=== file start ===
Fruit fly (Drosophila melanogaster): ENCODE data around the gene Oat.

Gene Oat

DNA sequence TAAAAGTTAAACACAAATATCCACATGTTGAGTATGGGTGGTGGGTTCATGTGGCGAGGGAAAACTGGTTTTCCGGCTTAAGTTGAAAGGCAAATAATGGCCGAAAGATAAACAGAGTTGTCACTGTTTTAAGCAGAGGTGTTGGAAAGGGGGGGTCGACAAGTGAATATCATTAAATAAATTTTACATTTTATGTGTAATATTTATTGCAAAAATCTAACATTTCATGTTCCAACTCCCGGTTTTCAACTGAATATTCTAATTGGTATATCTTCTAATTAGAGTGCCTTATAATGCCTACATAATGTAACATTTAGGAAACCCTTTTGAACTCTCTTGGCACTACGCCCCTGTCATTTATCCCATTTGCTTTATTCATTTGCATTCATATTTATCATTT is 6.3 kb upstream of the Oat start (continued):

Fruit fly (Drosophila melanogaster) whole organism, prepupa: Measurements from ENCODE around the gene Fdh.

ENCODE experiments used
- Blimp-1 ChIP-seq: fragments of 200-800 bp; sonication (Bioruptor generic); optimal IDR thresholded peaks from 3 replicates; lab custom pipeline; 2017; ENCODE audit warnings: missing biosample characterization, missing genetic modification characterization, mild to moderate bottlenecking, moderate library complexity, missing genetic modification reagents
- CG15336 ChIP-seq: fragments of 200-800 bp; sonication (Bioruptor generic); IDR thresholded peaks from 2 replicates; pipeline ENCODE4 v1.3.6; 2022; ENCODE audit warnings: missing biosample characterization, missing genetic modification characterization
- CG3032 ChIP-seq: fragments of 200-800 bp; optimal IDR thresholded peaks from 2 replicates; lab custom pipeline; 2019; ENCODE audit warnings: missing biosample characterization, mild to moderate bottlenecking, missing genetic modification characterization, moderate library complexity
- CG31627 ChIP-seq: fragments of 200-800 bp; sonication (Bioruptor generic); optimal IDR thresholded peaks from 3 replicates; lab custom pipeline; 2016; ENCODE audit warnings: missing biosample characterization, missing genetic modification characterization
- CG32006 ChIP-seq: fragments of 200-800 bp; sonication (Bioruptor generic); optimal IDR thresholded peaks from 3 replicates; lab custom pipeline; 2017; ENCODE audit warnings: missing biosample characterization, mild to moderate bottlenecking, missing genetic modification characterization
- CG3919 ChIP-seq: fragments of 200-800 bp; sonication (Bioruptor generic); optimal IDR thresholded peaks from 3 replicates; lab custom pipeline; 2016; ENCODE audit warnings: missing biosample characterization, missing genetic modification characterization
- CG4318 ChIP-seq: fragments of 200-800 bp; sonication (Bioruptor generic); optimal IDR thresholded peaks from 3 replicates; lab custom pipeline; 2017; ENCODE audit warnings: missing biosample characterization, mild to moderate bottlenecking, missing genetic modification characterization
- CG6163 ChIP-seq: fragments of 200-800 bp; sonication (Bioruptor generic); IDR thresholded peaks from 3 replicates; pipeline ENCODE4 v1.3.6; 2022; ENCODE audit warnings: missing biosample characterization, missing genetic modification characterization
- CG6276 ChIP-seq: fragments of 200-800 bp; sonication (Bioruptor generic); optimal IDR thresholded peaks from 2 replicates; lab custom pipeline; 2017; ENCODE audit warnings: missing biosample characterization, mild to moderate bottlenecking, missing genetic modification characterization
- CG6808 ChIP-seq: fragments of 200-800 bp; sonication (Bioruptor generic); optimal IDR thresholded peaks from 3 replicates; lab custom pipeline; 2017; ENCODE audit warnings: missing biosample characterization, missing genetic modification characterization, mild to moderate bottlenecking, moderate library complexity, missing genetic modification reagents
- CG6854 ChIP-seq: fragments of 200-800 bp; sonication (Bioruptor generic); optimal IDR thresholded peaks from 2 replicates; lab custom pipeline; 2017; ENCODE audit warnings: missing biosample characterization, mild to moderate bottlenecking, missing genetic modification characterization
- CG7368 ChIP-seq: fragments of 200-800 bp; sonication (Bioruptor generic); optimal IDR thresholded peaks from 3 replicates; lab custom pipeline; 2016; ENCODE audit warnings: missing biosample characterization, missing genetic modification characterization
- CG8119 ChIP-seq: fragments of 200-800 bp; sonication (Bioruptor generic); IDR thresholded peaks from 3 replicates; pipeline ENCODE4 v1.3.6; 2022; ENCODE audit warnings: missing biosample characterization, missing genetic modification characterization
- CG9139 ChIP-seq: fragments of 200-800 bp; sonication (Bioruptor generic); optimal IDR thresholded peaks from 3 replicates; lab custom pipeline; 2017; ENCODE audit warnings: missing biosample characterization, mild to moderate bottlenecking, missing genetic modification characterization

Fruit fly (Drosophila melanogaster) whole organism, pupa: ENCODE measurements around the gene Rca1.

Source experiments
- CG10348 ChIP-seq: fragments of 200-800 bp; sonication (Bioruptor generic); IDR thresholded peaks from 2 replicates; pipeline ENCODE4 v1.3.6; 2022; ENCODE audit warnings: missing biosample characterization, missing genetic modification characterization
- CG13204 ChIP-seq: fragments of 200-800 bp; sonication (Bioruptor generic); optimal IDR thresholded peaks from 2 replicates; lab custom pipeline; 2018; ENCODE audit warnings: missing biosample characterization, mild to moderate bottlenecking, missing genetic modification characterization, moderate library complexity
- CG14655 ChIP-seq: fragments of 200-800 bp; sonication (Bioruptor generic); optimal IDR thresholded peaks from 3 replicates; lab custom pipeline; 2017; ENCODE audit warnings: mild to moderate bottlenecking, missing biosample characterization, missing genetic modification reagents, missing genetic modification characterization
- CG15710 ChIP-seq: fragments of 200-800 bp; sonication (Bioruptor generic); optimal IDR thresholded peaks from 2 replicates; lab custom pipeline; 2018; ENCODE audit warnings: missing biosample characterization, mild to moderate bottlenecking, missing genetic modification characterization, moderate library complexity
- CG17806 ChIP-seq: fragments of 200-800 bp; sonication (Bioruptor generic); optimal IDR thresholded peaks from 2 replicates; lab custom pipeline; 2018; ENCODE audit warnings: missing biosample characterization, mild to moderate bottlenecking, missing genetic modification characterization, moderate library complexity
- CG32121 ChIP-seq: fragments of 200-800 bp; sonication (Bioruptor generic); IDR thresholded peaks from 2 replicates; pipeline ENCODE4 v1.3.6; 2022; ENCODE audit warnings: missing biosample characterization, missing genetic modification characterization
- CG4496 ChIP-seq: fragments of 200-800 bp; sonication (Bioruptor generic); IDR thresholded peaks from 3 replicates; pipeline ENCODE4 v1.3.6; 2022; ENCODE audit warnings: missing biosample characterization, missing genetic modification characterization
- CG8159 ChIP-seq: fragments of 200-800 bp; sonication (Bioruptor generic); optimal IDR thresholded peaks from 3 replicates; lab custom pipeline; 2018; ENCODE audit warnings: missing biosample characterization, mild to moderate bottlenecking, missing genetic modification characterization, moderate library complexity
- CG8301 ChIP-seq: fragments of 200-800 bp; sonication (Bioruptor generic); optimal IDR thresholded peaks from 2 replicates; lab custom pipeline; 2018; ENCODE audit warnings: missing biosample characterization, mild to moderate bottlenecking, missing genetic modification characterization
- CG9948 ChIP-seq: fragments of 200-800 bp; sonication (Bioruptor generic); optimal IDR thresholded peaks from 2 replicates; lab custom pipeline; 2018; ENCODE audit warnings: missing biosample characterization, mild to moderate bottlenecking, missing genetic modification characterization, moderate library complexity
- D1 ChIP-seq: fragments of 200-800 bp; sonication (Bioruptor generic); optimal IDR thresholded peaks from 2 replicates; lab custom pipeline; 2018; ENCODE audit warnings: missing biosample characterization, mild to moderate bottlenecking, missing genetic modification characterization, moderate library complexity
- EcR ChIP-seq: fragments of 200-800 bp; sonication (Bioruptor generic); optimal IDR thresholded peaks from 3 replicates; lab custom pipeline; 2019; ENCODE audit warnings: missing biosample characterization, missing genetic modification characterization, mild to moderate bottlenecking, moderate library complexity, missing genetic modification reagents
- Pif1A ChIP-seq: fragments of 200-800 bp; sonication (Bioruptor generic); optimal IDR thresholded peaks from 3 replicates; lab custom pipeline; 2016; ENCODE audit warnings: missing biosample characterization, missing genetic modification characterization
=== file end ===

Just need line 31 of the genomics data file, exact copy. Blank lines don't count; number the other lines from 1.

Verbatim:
- CG9948 ChIP-seq: fragments of 200-800 bp; sonication (Bioruptor generic); optimal IDR thresholded peaks from 2 replicates; lab custom pipeline; 2018; ENCODE audit warnings: missing biosample characterization, mild to moderate bottlenecking, missing genetic modification characterization, moderate library complexity